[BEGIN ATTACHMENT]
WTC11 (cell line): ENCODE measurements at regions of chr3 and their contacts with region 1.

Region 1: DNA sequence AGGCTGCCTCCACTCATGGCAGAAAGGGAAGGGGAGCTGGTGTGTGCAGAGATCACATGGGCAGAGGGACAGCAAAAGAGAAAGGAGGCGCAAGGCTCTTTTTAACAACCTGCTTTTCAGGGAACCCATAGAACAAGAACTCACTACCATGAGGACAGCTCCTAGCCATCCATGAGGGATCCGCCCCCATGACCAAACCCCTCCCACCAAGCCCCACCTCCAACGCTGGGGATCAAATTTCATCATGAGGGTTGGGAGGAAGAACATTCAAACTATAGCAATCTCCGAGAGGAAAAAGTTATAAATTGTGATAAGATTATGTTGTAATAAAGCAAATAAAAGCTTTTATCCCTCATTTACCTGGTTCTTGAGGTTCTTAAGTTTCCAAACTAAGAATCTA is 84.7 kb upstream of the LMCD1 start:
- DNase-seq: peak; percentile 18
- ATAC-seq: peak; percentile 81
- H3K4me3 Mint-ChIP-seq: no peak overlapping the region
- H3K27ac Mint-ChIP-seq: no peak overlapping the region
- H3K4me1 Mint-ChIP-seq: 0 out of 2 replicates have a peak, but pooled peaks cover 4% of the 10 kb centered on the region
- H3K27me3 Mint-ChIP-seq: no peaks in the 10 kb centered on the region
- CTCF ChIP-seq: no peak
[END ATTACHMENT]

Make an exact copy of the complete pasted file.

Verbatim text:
WTC11 (cell line): ENCODE measurements at regions of chr3 and their contacts with region 1.

Region 1: DNA sequence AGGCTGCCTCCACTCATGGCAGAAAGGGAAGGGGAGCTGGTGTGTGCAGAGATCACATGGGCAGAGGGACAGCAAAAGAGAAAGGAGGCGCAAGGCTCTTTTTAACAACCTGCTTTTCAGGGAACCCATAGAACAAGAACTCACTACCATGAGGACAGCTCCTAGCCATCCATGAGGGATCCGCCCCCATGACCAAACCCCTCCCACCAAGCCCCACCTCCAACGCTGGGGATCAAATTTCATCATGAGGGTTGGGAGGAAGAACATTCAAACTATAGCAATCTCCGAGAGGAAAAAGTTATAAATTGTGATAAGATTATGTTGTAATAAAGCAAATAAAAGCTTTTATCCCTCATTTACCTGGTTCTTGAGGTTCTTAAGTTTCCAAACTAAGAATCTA is 84.7 kb upstream of the LMCD1 start:
- DNase-seq: peak; percentile 18
- ATAC-seq: peak; percentile 81
- H3K4me3 Mint-ChIP-seq: no peak overlapping the region
- H3K27ac Mint-ChIP-seq: no peak overlapping the region
- H3K4me1 Mint-ChIP-seq: 0 out of 2 replicates have a peak, but pooled peaks cover 4% of the 10 kb centered on the region
- H3K27me3 Mint-ChIP-seq: no peaks in the 10 kb centered on the region
- CTCF ChIP-seq: no peak